British woman sees for the first time in 16 years with light sensitive chip

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A British woman has spoken of her joy of being able to see for the first time in 16 years after receiving the world’s most advanced ‘bionic eye’.

Rhian Lewis, 49, underwent an eight-hour surgery at John Radcliffe Hospital in Oxford, UK, whereby a 3 x 3mm chip was inserted into her right eye behind her retina. This chip contains 1,600 light sensors that send electrical signals to nerve cells; the information is then processed by a tiny computer that sits underneath the skin behind her ear.

Lewis was diagnosed with retinitis pigmentosa – a disorder that destroys photoreceptors in the retina – when she was five. She is completely blind in her right eye and has virtually no vision in her left eye as a result of the condition, for which there is no cure.

However, behind the destroyed photoreceptors she still had an intact optic nerve and all the brain wiring needed for vision, making it possible to restore vision if only a way could be found to substitute the function of the photoreceptors.

The chip was developed by German engineering firm Retina Implant and captures the light entering the eye to stimulate the nerve cells of the inner retina to deliver signals to the brain through the optic nerve.

The device is connected to a small computer that sits underneath the skin behind the ear. This is powered by a magnetic coil, which is applied to the skin from the outside and looks similar to a hearing aid. The device is then switched on once everything has healed after the surgery.

When the device is first switched on patients will often see flashes of light, but over a few weeks the brain converts those flashes into meaningful shapes and objects to build up an image.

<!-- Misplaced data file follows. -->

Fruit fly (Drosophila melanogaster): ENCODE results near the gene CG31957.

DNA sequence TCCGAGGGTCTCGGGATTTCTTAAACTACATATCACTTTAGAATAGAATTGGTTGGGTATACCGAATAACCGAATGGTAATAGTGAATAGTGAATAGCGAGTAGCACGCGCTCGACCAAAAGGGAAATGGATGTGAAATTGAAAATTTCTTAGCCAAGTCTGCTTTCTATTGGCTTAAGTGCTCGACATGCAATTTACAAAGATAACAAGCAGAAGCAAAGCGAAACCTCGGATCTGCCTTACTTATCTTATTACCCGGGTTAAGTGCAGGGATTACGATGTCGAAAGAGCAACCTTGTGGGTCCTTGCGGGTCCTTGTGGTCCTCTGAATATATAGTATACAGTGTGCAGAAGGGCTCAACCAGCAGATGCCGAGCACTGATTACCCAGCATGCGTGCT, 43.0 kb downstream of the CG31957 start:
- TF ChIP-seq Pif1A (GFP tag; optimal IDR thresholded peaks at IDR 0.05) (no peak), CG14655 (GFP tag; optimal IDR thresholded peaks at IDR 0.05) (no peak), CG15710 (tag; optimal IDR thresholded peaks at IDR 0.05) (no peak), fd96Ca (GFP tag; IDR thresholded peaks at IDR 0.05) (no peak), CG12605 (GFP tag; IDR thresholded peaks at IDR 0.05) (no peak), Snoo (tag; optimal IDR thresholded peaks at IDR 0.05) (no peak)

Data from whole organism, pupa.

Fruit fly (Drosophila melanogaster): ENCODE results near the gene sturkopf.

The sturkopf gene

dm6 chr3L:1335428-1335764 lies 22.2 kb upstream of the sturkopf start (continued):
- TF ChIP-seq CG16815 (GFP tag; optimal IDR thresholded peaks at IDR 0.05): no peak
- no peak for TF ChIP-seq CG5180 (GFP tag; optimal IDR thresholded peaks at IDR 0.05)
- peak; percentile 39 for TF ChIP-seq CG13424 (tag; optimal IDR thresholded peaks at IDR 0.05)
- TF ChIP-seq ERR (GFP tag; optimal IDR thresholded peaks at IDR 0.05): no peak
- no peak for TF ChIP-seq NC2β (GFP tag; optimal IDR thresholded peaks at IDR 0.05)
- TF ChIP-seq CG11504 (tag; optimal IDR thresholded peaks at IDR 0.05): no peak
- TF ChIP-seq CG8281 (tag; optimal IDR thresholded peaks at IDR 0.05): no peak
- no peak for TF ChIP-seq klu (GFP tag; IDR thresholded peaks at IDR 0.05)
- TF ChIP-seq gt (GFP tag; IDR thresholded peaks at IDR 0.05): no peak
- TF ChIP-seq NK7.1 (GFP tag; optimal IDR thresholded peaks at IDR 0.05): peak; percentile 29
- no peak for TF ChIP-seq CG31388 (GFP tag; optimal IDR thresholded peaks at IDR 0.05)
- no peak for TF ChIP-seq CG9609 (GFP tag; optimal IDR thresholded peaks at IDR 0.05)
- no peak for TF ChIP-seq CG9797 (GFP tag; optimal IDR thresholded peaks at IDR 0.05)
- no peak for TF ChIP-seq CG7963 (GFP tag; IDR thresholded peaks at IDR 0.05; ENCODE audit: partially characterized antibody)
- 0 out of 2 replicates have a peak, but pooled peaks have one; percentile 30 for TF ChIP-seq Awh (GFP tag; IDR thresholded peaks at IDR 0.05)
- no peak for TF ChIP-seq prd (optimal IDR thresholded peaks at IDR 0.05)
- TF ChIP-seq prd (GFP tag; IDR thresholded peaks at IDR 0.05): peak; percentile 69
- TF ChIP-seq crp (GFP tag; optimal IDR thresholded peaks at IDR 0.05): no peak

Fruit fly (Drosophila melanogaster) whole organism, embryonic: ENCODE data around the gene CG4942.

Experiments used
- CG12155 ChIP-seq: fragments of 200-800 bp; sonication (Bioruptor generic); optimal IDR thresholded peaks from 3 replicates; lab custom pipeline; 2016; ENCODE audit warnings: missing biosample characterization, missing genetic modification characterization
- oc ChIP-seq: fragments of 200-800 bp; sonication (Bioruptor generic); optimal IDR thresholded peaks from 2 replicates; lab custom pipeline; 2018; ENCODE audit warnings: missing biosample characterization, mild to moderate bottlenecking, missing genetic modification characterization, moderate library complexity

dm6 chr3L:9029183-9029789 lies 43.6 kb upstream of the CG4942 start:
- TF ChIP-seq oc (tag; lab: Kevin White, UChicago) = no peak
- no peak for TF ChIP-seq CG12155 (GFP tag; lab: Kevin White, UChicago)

One test involved Lewis looking closely at a large cardboard clock to see if she could tell the time correctly. She has not been able to tell the time with her right eye in 16 years and for about six years with her left eye.

'Now, when I locate something, especially like a spoon or a fork on the table, it's pure elation,’ said Lewis. ‘It's really just pure joy to get something right, because I've never done it before, well, not for the last 16 or 17 years anyway.'

The chip has 1,600 pixels, but the image is refreshed regularly as the eye moves. Although this is not many pixels compared to a standard phone camera, the chip has the advantage of being connected to the human brain, which has over 100 billion neurons of processing power.

Using dials on a small wireless power supply held in the hand, Lewis can adjust the sensitivity, contrast, and frequency to obtain the best possible signal for different conditions.

'Restoring sight to the blind using an electronic device presents huge challenges for the technology, the surgery and above all, the patient,’ said Professor Robert MacLaren, who is leading the trial.

'For a blind person, having independence is a very important aspect of their vision, so if we can give someone enough vision so that they can see where they are in the home, they can go out, they can walk to the bus stop...they can see people around them – they're basically aware of their surroundings – then we've achieved a great deal.

'It may not be enough to read things yet, but just enough to navigate would be sufficient. And also you must not forget that we're at the very beginning of a very exciting technology.'

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Further information

Retina Implant

Oxford University